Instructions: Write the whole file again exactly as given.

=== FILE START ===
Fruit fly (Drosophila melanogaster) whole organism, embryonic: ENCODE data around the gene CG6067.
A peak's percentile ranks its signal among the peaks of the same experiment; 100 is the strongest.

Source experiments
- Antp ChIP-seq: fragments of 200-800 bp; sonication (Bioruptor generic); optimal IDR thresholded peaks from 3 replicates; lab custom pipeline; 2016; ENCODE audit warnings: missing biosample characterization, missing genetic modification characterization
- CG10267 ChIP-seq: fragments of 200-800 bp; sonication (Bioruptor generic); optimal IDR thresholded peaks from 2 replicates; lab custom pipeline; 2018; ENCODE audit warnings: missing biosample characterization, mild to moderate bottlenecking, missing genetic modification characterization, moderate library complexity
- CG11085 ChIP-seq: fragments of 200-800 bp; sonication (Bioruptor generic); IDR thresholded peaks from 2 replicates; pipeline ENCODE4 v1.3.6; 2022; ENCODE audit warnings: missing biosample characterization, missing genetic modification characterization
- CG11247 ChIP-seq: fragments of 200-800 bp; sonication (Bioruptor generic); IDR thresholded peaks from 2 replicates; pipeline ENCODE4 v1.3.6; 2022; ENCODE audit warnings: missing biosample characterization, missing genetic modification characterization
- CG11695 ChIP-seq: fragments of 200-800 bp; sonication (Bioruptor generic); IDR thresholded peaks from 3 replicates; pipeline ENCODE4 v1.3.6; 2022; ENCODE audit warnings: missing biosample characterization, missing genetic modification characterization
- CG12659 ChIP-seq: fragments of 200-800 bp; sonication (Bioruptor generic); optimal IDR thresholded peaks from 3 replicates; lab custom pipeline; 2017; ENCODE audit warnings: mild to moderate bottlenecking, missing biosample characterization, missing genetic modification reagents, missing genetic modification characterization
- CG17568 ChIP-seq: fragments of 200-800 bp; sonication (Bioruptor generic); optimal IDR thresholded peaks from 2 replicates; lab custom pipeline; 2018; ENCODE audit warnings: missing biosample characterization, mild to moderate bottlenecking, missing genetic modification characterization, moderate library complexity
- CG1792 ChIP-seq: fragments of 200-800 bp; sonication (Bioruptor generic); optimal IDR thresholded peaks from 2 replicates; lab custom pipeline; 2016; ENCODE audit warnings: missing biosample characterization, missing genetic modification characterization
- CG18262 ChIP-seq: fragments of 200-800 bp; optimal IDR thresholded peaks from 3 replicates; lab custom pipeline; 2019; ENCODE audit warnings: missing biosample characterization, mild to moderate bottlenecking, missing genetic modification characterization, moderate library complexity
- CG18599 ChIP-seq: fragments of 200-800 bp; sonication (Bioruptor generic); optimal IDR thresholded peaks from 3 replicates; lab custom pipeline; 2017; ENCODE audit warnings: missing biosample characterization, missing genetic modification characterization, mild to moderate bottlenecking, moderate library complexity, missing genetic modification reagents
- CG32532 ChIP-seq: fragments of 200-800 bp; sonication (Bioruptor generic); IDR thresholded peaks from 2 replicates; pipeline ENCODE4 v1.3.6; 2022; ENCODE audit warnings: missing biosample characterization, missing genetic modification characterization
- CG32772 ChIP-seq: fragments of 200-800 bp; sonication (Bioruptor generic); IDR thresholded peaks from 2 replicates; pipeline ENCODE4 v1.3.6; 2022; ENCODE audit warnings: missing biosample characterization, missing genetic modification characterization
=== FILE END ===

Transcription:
Fruit fly (Drosophila melanogaster) whole organism, embryonic: ENCODE data around the gene CG6067.
A peak's percentile ranks its signal among the peaks of the same experiment; 100 is the strongest.

Source experiments
- Antp ChIP-seq: fragments of 200-800 bp; sonication (Bioruptor generic); optimal IDR thresholded peaks from 3 replicates; lab custom pipeline; 2016; ENCODE audit warnings: missing biosample characterization, missing genetic modification characterization
- CG10267 ChIP-seq: fragments of 200-800 bp; sonication (Bioruptor generic); optimal IDR thresholded peaks from 2 replicates; lab custom pipeline; 2018; ENCODE audit warnings: missing biosample characterization, mild to moderate bottlenecking, missing genetic modification characterization, moderate library complexity
- CG11085 ChIP-seq: fragments of 200-800 bp; sonication (Bioruptor generic); IDR thresholded peaks from 2 replicates; pipeline ENCODE4 v1.3.6; 2022; ENCODE audit warnings: missing biosample characterization, missing genetic modification characterization
- CG11247 ChIP-seq: fragments of 200-800 bp; sonication (Bioruptor generic); IDR thresholded peaks from 2 replicates; pipeline ENCODE4 v1.3.6; 2022; ENCODE audit warnings: missing biosample characterization, missing genetic modification characterization
- CG11695 ChIP-seq: fragments of 200-800 bp; sonication (Bioruptor generic); IDR thresholded peaks from 3 replicates; pipeline ENCODE4 v1.3.6; 2022; ENCODE audit warnings: missing biosample characterization, missing genetic modification characterization
- CG12659 ChIP-seq: fragments of 200-800 bp; sonication (Bioruptor generic); optimal IDR thresholded peaks from 3 replicates; lab custom pipeline; 2017; ENCODE audit warnings: mild to moderate bottlenecking, missing biosample characterization, missing genetic modification reagents, missing genetic modification characterization
- CG17568 ChIP-seq: fragments of 200-800 bp; sonication (Bioruptor generic); optimal IDR thresholded peaks from 2 replicates; lab custom pipeline; 2018; ENCODE audit warnings: missing biosample characterization, mild to moderate bottlenecking, missing genetic modification characterization, moderate library complexity
- CG1792 ChIP-seq: fragments of 200-800 bp; sonication (Bioruptor generic); optimal IDR thresholded peaks from 2 replicates; lab custom pipeline; 2016; ENCODE audit warnings: missing biosample characterization, missing genetic modification characterization
- CG18262 ChIP-seq: fragments of 200-800 bp; optimal IDR thresholded peaks from 3 replicates; lab custom pipeline; 2019; ENCODE audit warnings: missing biosample characterization, mild to moderate bottlenecking, missing genetic modification characterization, moderate library complexity
- CG18599 ChIP-seq: fragments of 200-800 bp; sonication (Bioruptor generic); optimal IDR thresholded peaks from 3 replicates; lab custom pipeline; 2017; ENCODE audit warnings: missing biosample characterization, missing genetic modification characterization, mild to moderate bottlenecking, moderate library complexity, missing genetic modification reagents
- CG32532 ChIP-seq: fragments of 200-800 bp; sonication (Bioruptor generic); IDR thresholded peaks from 2 replicates; pipeline ENCODE4 v1.3.6; 2022; ENCODE audit warnings: missing biosample characterization, missing genetic modification characterization
- CG32772 ChIP-seq: fragments of 200-800 bp; sonication (Bioruptor generic); IDR thresholded peaks from 2 replicates; pipeline ENCODE4 v1.3.6; 2022; ENCODE audit warnings: missing biosample characterization, missing genetic modification characterization